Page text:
We’re grateful to the Scottish GRUnit for meeting us recently to discuss our concerns over its proposals to reform the gender recognition process, notably lowering eligibility to 16yr olds, the removal of medical diagnosis and reducing the waiting time to 3 months.
We highlighted the high level of co-morbidities and/or trauma our children have experienced, including many with an ASD diagnosis. Many of our children have previously come out as lesbian or gay. The majority of our children are adolescent girls, few having experienced gender distress before puberty.
While the government stressed that GRC is a legal process entirely separate from any medical process, in reality, they are two sides of the same coin. If a 16-17yr old has obtained a legal change of sex, therapeutic work intended to help them explore their identity is a non-starter.
If the medical strategy is to not ‘affirm’, in order to create a neutral space for self-exploration, then obtaining a legal change of sex creates unhelpful new legal ‘facts on the ground’ that conflict with and compromise the clinical goals. The official hadn’t considered this.
The Scottish government is keen to incorporate Article 24 of the UNCRC into law, which establishes a right to healthcare for children up to 18. But lowering GRC eligibility to 16 may infringe Article 24 due to this disincentive it creates to reduce engagement in therapy.
Lowering GRC eligibility to 16 also encourages vulnerable adolescents on a path to transition by signaling to them that their identity development should have concluded by then, when in fact this would be highly premature. This is inherently unsafe and will damage life chances.
As Australian gender clinicians reported recently,
“many children arrived at the clinic with strongly entrenched beliefs & with no interest in further exploring their medical, psychological, social, or familial situation…It also became apparent to us that many children did not have the cognitive, psychological, or emotional capacity to understand the decisions they were making”
We should be helping adolescents to think things through, not foreclosing this process.
We note the EHRC opinion that emphasises the importance of appropriate clinical advice for young people, including to “reconcile a person to their biological sex where clinically indicated, incl for children & young people aged under 18“
The Bill will inhibit the discharge of parental responsibility to ensure appropriate healthcare. Aged 13 or 14, teens will know they’ve just a couple of years before they can legally change sex, so where’s the incentive to get exploratory therapy? The Government is effectively encouraging transition.
Detransitioners need a path to legally renounce their identity change. So we’re grateful for the reassurance that, while GRCs are for individuals who feel certain at the time that it’s a permanent decision, it will be as straightforward to reverse a GRC as it is to obtain one.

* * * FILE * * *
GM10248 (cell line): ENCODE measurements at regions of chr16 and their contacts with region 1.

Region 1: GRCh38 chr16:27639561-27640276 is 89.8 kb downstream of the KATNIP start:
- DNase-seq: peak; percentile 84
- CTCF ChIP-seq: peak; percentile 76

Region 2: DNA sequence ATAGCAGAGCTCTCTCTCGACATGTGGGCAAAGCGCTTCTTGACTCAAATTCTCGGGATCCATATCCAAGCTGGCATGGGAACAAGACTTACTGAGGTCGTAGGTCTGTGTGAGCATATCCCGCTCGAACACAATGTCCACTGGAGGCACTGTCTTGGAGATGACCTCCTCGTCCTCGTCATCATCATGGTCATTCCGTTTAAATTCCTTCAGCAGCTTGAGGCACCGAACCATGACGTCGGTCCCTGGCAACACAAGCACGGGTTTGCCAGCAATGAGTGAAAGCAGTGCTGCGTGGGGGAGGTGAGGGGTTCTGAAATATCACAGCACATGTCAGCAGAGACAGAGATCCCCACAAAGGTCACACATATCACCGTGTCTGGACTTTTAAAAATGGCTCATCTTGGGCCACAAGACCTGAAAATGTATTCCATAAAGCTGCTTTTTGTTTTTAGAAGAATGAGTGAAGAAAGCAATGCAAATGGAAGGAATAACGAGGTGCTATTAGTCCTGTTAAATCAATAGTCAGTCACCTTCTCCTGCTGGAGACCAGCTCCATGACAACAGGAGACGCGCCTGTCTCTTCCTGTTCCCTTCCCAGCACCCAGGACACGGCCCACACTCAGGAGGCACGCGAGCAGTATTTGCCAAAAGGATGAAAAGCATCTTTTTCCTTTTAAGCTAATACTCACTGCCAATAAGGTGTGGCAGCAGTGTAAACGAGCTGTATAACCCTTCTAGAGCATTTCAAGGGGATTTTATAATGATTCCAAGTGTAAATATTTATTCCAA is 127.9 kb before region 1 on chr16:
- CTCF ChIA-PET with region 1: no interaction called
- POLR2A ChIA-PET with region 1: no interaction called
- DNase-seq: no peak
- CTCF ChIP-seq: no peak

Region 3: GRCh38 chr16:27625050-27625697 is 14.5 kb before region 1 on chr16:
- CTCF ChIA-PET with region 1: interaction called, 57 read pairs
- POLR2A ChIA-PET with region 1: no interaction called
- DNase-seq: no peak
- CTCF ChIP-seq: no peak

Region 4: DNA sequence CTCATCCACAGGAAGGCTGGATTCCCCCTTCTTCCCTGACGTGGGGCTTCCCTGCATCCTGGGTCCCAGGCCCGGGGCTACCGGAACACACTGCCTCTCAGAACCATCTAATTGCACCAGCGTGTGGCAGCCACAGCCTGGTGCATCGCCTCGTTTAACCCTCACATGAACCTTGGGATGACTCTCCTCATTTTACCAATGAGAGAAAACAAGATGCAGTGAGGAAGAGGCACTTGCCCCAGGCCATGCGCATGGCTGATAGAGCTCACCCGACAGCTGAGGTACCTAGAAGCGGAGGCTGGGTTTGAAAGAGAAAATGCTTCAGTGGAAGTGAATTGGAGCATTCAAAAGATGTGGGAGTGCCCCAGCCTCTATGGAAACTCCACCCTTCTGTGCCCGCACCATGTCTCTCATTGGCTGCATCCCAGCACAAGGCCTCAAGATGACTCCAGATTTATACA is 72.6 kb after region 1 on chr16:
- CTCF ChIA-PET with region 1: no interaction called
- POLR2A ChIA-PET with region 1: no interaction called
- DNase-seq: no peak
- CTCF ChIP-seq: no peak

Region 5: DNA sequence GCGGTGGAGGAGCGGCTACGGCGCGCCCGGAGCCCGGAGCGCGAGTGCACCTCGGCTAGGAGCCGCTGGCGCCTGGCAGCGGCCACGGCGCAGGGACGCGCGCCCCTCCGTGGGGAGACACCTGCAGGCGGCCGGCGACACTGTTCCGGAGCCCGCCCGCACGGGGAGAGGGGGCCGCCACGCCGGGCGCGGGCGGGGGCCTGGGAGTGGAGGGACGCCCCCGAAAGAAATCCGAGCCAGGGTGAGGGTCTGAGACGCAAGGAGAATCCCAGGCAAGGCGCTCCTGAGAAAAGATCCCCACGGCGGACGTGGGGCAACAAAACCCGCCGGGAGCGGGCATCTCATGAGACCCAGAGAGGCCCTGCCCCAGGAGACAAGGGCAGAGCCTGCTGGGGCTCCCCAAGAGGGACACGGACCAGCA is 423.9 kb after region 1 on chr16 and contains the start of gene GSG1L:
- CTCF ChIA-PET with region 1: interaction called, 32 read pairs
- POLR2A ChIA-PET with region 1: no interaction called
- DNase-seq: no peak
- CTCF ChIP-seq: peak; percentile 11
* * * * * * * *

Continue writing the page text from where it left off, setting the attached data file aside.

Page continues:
In the interests of clarity, here is the information we obtained from the Scottish government, about reversing a GRC under the proposed new self-declaration system, and its interaction with the rest of UK system.
However, the Scottish GRC proposals raise legal anomalies. A UK citizen could simultaneously have two different legal sexes within the UK, by obtaining a Scottish GRC but not an English one; or (for English GRC-holders resident in Scotland) obtaining then reversing a Scottish GRC.
If an English detransitioner with an English GRC establishes residency in Scotland, can they apply for a Scottish GRC to align with the English one and then in 3 months apply for a reversal? If so, does that also reverse their English GRC?
Who would have jurisdiction over the change in the birth certificate given that while birth certs are issued locally, they’re UK documents in the same way that driver’s licenses and passports are? We raised these cross-border anomalies with the Scottish government and hope they’ll clarify.
We were pleased the GRUnit agreed to meet us, and have indicated we would be happy to continue discussions and meet MSP Shona Robison, should she wish to understand our concerns as parents of children who’ll be impacted by the Bill.
We are grateful to The Sunday Times Scotland for reporting our concerns over the proposal that young people uncomfortable with their bodies should commit to a final, legal answer by the young age of 16. This is the message that the Scottish proposal on GRC eligibility sends vulnerable adolescents.
You can read the full article here.
Are You A Parent In Scotland?
We have an active membership of parents in Scotland whose families have been impacted by gender identity problems. We support one another online and in person, and we aim for a respectful engagement with other organisations, including government bodies, so that they can better understand our concerns.
If you’re a parent in Scotland wanting to support your child through gender distress, don’t feel alone – get in touch. You’ll find other parents who know what you’re going through, eager to listen, share experiences & build your confidence.